Waiting for Superman
Well, when Michelle Bachmann promises something she really shoots for the moon.
At a town hall meeting in Greenville, S.C., today, Michele Bachmann said if she became president gas prices would fall dramatically.
“Under President Bachmann you will see gasoline come down below $2 per gallon again. That will happen,” Bachmann said, according to The Hill.
There’s no word on whether she added that that the rise of the oceans would begin to slow as well.
Certainly there are things that the federal government could do to help cut gas prices. Lowering gasoline taxes, opening up more areas for drilling and cutting back on regulations might put a dent on gas prices, but these measures would only go so far. Oil is a global commodity. Or, to quote from one of the snarky commenters at NRO, what is she going to, make the Chinese stop consuming oil?
Daniel Foster also helps put her comments into perspective.
The only policies I can think of that would surely accomplish the $2.00 a gallon target are:
1) The seizure by force and nationalized exploitation of a large proportion of the world’s oil supply.
2) The massive federal subsidization of fuel costs.
3) The fomenting of a second global recession as bad as or worse than the last one, complete with negative global GDP growth.
Gas prices could fall below $2 per gallon were Bachmann to get elected, but it would not principally be due to policy measures of the government.
This sort of political messiahnism is an annoying trend in our politics, but it’s doubly depressing coming from a conservative. It’s one thing for a leftist like Barack Obama to promise the sun, the moon, and the stars, but one would not expect such unrealistic promises from someone touting themselves to be a limited government conservative.
Unfortunately this lack of perspective on the office of the presidency and the powers within that office runs both ways. We have candidates who make ridiculous promises, but that’s augmented by a populace with unrealistic expectations of what our government can accomplish. And I think those unrealistic expectations are what turns so many people into cynics, especially come election time. It feeds a seemingly contradictory pair of attitudes about the presidential race.
Since we’re awaiting the rise of some kind of political Messiah, we become jaded when we see a selection of imperfect candidates. No candidate can possibly meet our lofty expectations of what a presidential candidate should be, and that expectation is essentially that the person should almost totally be like us. The slightest variation from our own orthodoxy is a sign of impurity, and as such the candidate is automatically dismissed. It is impossible for a mere mortal to live up to every one our political desires, and so we dismiss the whole lot as undeserving of our attention.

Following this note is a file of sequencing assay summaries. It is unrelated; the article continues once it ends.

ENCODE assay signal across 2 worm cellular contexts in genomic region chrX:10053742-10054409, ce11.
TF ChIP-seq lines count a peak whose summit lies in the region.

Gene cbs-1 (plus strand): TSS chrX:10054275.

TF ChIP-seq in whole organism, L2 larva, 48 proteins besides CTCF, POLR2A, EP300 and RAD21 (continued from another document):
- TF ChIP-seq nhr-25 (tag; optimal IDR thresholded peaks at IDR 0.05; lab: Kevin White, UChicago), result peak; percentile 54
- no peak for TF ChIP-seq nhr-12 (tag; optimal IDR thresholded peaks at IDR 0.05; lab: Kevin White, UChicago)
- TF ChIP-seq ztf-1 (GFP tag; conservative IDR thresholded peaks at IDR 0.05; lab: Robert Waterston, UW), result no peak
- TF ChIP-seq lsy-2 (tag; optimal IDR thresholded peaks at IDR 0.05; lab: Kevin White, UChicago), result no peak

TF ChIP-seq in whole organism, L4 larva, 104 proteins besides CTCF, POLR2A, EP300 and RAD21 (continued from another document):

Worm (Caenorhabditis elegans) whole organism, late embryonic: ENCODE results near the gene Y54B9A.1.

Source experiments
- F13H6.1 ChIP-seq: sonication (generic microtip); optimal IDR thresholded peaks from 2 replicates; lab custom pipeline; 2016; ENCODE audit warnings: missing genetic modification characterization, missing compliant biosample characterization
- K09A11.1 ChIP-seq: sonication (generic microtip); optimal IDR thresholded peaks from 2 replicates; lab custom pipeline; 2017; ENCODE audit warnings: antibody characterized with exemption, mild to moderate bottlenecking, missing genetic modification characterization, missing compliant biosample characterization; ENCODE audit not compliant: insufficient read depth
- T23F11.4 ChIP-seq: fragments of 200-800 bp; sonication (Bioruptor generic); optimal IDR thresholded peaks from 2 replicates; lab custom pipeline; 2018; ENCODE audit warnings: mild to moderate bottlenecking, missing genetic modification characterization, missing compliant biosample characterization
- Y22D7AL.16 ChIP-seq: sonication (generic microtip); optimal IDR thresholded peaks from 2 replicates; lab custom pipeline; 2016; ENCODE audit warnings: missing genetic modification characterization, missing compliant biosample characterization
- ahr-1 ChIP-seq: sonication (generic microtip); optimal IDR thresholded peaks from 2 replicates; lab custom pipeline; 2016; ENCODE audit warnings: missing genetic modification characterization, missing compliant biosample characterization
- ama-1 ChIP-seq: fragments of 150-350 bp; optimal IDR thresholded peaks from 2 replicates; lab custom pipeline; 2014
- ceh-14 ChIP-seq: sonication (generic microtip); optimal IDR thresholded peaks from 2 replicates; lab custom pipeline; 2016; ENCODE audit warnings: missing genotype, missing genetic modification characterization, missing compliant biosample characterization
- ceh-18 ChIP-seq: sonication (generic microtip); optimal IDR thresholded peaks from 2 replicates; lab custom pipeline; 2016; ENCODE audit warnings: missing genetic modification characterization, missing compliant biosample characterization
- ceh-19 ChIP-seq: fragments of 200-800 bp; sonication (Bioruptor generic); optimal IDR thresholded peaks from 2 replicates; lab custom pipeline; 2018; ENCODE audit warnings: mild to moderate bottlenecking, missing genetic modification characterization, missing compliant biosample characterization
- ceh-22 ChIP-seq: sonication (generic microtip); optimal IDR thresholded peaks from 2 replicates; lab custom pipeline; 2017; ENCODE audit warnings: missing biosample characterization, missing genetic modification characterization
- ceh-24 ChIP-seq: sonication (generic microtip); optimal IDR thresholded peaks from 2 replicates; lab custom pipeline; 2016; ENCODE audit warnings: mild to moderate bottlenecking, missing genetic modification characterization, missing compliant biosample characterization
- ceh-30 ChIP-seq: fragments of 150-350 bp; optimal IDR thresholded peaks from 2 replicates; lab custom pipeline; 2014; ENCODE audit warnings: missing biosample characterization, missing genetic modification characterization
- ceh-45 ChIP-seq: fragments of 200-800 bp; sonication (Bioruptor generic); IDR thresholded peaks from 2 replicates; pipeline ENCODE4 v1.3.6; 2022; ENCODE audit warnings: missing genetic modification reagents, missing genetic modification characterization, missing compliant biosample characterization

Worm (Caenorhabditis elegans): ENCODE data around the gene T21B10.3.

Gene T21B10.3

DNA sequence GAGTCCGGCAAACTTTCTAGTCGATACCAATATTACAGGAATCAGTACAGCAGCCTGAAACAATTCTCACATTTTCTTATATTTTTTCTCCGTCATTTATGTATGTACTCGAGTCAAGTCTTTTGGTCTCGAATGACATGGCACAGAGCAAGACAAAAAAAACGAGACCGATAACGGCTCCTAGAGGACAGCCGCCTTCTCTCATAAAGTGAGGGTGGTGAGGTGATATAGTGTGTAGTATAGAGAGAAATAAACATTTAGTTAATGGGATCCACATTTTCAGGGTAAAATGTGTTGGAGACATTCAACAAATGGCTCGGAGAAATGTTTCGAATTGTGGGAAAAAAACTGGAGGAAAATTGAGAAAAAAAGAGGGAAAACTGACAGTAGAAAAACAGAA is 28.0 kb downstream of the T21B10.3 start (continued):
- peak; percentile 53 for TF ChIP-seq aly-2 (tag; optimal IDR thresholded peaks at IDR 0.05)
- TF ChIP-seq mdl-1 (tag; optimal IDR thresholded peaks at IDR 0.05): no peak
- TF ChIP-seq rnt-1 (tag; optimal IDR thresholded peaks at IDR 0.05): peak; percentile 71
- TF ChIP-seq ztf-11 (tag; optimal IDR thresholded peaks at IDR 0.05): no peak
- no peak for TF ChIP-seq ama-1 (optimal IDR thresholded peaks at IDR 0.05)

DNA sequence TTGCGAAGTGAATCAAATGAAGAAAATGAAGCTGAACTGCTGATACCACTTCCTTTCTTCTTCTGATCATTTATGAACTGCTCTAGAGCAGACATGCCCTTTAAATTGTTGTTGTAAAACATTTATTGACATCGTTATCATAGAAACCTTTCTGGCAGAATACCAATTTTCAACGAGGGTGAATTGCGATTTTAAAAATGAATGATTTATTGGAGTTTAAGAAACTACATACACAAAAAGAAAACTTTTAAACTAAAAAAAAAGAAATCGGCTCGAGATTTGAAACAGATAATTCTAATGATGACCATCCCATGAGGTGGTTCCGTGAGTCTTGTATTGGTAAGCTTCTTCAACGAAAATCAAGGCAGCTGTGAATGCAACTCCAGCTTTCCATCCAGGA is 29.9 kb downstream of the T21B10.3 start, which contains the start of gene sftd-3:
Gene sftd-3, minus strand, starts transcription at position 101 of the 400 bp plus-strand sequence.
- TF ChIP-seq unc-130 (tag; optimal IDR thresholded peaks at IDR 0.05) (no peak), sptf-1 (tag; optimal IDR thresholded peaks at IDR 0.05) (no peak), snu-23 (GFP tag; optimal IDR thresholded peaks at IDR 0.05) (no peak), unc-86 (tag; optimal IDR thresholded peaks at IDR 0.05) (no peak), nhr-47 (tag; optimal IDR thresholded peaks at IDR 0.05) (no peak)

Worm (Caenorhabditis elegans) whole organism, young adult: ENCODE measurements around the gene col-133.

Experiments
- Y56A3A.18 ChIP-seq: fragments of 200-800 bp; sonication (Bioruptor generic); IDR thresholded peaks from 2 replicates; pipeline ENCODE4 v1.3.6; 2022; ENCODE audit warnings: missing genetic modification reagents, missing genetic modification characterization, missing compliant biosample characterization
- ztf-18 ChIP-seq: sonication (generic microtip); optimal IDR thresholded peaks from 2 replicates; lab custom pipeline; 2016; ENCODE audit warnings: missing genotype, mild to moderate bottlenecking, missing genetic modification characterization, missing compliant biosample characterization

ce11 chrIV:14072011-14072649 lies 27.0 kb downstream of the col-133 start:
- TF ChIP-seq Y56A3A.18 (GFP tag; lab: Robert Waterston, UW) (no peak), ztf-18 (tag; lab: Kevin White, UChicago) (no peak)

Then, when we discover a political candidate that does meet our high bar, that person gets built up beyond all imagining. We saw this with candidate Obama in 2008, and we saw it in 2008 and again in 2012 with Ron Paul. We’re also seeing traces of this with Sarah Palin. Certainly all candidates have their devoted followings, but a dangerous cult of personality seems to take hold with certain figures. We (and we have all been guilty of this with some candidate, I am sure) have found the person that is going to solve all the country’s woes. Any criticism, however mild, is a form of heresy. This attitude, which is completely opposite the tendency described in the previous paragraph, is just as unhealthy for the body politic.
No candidate or politician is perfect. They all have their warts. Once you realize this then you can stop searching for the perfect candidate and settle for the very good (hopefully). On the other hand, once you realize this hopefully you can be more sensitive to the fact that your preferred candidate is not above reproach. Finally, once we realize that there is no perfect politician, then we can stop building our expectations of what any single individual or group of individuals within the government can accomplish. This isn’t to say that we shouldn’t hold their feet to the fire and hold them responsible for their failings, only that it does us no good to pretend that they can wave magic wands and cure all our ills.